Thiamine is water-soluble. It has difficulty getting into the cells where it’s needed. However, benfotiamine, a supplemental form of thiamine, is lipid-soluble. It more easily penetrates cell membranes. Some research suggests that benfotiamine can prevent diabetic complications. However, other studies have not shown any positive effects.
Alpha-lipoic acid (ALA) is a potent antioxidant. Some studies suggest it may:
- reduce oxidative stress
- lower fasting blood sugar levels
- decrease insulin resistance
However, more research is needed. Furthermore, ALA needs to be taken with caution, as it has the potential to lower blood sugar levels to dangerous levels.
Bitter melon is used to treat diabetes-related conditions in countries like Asia, South America, and others. There is a lot of data on its effectiveness as a treatment for diabetes in animal and lab studies.
However, there is limited human data on bitter melon. There are not enough clinical studies on human. The human studies currently available are not of high quality.
Green tea contains polyphenols, which are antioxidants.
The main antioxidant in green tea is known as epigallocatechin gallate (EGCG). Laboratory studies have suggested that EGCG may have numerous health benefits including:
- lower cardiovascular disease risk
- prevention of type 2 diabetes
- improved glucose control
- better insulin activity
Studies on diabetic patients have not shown health benefits. However, green tea is generally considered safe.
Resveratrol is a chemical found in wine and grapes. In animal models, it helps prevent high blood sugar. Animal studies have also shown that it can reduce oxidative stress. However, human data is limited. It is too soon to know if supplementation helps with diabetes.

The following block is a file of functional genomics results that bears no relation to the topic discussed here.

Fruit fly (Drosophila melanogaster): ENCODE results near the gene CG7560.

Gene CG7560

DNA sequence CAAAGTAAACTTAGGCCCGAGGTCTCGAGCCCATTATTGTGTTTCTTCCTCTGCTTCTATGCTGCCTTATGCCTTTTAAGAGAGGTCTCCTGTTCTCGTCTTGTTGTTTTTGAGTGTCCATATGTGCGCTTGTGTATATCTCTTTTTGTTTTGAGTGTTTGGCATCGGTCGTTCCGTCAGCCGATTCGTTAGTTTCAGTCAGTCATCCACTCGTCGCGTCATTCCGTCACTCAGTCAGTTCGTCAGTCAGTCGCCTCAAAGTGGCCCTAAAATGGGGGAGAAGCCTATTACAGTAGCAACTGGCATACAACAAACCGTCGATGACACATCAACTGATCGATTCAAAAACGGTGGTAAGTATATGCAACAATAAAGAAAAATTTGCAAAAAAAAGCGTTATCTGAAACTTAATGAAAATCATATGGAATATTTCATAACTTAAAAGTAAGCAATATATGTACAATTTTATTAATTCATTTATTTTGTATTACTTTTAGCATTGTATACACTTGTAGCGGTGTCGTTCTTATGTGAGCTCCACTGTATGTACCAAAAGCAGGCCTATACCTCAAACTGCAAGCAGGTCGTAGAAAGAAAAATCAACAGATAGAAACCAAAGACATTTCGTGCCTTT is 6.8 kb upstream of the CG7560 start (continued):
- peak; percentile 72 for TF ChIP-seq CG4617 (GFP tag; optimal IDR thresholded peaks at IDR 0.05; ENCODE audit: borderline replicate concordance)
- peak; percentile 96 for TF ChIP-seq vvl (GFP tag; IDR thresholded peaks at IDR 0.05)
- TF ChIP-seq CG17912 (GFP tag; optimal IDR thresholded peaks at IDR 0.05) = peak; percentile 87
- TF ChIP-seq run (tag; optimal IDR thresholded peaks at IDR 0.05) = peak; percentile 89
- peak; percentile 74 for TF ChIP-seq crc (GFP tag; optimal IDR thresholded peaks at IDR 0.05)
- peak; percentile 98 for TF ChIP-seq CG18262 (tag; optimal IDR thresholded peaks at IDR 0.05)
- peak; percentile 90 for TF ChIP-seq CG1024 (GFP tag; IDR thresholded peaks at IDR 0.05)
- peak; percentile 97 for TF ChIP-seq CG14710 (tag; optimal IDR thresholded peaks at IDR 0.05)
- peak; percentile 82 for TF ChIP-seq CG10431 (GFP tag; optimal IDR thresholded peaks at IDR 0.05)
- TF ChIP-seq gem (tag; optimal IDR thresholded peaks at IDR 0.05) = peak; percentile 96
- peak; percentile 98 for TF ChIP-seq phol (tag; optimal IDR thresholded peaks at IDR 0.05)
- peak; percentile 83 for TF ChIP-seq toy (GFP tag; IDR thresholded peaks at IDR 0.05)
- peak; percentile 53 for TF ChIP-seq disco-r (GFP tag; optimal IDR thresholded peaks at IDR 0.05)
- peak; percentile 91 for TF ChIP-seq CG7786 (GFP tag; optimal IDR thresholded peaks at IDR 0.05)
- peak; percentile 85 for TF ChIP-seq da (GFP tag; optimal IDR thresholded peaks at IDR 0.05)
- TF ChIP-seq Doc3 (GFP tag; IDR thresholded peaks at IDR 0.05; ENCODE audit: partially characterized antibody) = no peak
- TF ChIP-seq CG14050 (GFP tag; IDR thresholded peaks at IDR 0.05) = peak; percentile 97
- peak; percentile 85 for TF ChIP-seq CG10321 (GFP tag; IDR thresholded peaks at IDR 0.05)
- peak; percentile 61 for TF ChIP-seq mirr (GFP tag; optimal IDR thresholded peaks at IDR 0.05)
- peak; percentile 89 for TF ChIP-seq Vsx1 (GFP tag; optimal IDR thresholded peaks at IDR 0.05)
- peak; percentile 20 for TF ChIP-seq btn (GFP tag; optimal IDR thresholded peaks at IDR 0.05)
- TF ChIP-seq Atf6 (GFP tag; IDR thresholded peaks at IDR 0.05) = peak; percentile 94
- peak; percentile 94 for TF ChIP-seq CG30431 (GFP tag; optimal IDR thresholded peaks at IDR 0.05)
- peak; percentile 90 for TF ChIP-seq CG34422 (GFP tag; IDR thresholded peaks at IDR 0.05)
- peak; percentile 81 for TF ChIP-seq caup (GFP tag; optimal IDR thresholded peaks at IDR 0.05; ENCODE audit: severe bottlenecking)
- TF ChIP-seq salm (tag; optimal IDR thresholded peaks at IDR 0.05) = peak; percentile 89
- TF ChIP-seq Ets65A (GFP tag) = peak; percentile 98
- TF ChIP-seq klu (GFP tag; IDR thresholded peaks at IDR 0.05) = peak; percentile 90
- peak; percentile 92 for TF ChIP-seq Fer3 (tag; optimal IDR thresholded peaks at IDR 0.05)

Magnesium is an essential nutrient. It helps regulate blood pressure. It also regulates insulin sensitivity. Supplemental magnesium may improve insulin sensitivity in diabetics.
A high magnesium diet may also reduce the risk of diabetes. Researchers have found a link between higher magnesium intake, lower rates of insulin resistance, and diabetes.
As you can see from this list, that there are a number of natural supplements that can be used to manage diabetes. However, even for those in this list, it is important that you talk to your doctor before adding any supplement or vitamin to diabetes plan.
There are a number of popular supplements that can have negative interactions with diabetes medications and blood sugar. Zinc is one of these popular supplements that can affect your blood glucose levels negatively. Even those in this list that can help many with diabetes may still have a negative interaction with some of your medications.
You Asked, We Answered
- When shopping for supplements to help manage diabetes, what ingredients should I make sure to look out for and avoid?
Beware the addition of sugar in supplement formulations. Sugar comes in many names, such as: cane juice, dextrin, maltodextrin, dextran, barley malt, beet sugar, corn syrup, buttered syrup, fruit juice, turbinado, sorghum syrup, and maple syrup. These “hidden” sugars may result in increased blood sugar levels and can easily be avoided by closely reading the ingredient labels.- George Krucik, MD, MBA